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by Barry Rubin


There's good news at last about Palestinian politics! Hamas has not appointed any suicide bombers to its Palestinian Authority (PA) cabinet!

Of course, the joke is that the only reason is that they are dead. The new Hamas cabinet is hardline politically, whether or not it has a half-dozen professors. Those who run terror organizations stick with the "military" side of things. Hardly anyone in Yasir Arafat's cabinets ever had even a slight direct connection with terrorism while, of course, they had supported it for decades.

All the Hamas ministers advocate and applaud the deliberate killing of Israeli civilians and continue to do so. Prime Minister-designate Ismail Haniya, for example, told interviewers he has never personally killed Israelis. No, he just ran the operations of Sheikh Yasin who was the leading advocate of Hamas terrorism.

Another question is whether Europeans will define Hamas as moderate enough to receive economic or diplomatic help. Evidence is conflicting. A lot of European leaders are determined to take their anti-terrorism rhetoric seriously and not to let Hamas off easily. Yet the EU's $78 million emergency check, supposedly to fund the PA's payroll before Hamas took over, will now be handed to the new government.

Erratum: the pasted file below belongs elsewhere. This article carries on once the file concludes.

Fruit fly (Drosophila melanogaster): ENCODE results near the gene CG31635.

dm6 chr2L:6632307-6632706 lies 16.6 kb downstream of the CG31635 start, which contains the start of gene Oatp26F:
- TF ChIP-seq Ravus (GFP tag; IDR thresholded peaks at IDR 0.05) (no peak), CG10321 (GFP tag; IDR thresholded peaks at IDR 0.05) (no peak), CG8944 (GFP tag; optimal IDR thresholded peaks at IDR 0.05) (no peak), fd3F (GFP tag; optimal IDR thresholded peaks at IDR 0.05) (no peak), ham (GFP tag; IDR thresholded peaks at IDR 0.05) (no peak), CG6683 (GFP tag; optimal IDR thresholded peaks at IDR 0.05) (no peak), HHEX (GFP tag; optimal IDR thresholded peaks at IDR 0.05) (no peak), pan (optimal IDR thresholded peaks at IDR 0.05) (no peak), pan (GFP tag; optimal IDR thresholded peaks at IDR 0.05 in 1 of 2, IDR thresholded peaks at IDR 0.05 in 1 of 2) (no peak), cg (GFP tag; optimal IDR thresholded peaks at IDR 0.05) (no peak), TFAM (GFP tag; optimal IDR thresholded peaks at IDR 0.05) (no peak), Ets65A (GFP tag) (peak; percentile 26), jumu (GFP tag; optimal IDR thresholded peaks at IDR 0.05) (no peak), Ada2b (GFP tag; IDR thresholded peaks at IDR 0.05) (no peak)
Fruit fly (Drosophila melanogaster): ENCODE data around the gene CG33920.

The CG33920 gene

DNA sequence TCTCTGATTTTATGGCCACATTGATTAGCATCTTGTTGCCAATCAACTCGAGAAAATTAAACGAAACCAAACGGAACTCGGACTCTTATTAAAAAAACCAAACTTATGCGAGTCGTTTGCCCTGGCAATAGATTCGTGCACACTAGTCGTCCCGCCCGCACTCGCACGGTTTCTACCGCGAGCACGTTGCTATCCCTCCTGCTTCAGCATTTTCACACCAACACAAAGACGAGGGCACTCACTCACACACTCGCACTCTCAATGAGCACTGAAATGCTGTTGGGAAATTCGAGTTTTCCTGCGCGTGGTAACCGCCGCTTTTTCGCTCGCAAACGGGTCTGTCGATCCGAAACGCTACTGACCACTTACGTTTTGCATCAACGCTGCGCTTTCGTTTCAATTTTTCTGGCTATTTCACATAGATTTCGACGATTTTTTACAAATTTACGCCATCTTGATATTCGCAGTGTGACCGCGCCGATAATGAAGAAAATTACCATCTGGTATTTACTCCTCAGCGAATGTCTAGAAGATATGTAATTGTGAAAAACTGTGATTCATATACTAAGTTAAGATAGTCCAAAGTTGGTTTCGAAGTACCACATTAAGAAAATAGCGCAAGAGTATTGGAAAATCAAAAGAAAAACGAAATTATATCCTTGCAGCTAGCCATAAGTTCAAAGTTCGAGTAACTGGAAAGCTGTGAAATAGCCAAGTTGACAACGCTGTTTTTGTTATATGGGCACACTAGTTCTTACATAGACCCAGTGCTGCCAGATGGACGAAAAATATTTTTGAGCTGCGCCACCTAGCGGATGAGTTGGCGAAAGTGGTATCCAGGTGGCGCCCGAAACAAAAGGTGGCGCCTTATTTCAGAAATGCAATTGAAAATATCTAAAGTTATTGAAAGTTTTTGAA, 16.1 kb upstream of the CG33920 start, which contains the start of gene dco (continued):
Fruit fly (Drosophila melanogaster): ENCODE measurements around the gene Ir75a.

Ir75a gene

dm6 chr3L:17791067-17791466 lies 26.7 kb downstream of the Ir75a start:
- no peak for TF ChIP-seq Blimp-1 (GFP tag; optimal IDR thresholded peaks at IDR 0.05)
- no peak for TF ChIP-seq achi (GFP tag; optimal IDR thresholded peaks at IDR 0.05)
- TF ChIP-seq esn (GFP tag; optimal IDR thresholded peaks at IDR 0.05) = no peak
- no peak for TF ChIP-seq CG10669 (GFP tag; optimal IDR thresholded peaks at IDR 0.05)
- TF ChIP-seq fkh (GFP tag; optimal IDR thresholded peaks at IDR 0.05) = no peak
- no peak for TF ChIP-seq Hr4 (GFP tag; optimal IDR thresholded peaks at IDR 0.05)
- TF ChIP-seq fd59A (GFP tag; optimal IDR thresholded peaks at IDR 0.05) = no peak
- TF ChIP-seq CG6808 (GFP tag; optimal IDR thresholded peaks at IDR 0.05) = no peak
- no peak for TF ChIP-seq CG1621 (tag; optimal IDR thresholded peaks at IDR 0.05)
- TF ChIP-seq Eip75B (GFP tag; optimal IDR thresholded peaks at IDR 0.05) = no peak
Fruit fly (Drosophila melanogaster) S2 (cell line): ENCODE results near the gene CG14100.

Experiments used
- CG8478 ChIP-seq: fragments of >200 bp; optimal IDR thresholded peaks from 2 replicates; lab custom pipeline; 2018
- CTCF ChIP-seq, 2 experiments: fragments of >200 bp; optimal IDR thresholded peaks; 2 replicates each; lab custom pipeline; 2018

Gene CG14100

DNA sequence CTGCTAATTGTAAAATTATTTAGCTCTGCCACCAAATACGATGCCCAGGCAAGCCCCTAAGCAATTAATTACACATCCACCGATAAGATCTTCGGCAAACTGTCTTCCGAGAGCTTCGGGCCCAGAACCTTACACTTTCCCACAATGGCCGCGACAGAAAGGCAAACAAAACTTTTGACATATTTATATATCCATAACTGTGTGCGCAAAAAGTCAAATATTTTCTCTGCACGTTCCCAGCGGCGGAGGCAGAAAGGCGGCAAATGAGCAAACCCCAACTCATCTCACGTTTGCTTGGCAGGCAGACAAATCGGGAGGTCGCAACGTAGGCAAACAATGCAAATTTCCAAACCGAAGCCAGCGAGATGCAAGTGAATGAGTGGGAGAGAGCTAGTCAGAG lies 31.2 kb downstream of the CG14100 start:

It is vital to remember that the only reason the PA receives any international aid at all is because of the commitments it made in the 1993 "Oslo" agreement with Israel, including preventing terrorism, ending anti-Israel incitement, and making peace. It violated all those pledges. But while the Fatah-led PA pretended to comply, the Hamas regime openly rejects all these principles. Why should it get a single penny?

The Western debate on Hamas reminds me of a scene from a satirical film on World War Two, "How I Won the War." A captured British lieutenant, befriended by a German officer, asks his new buddy whether he has killed any Jews."

Quite a few," the man answers. "What do you have to say to that?"

The lieutenant replied, "Well, I try to find the good in everybody."

But the most interesting question is what the Hamas regime will do. The top three cabinet selections provide clues: --Mahmud Zahar as foreign minister is an open extremist, showing Hamas will spend its time cultivating Iran, Syria, and Saudi Arabia rather than moderation to win over the West.

--Omar Abdel Razik as finance minister has academic credentials and will try to present a pragmatic, honest face to squeeze out Western aid money.

--Said Siam as interior minister was picked to make the Fatah people who run the security forces feel comfortable. But they still won't give up their jobs and guns to Hamas replacements!

This leaves three critical issues:

--Where will money come from and what will Hamas do when it doesn't have enough? Whatever aid the PA receives, its overall income is going to fall. (Incidentally, one reason the PA has so little money is that it collects no taxes from its own people, a luxury never mentioned by those bemoaning the PA's poverty.)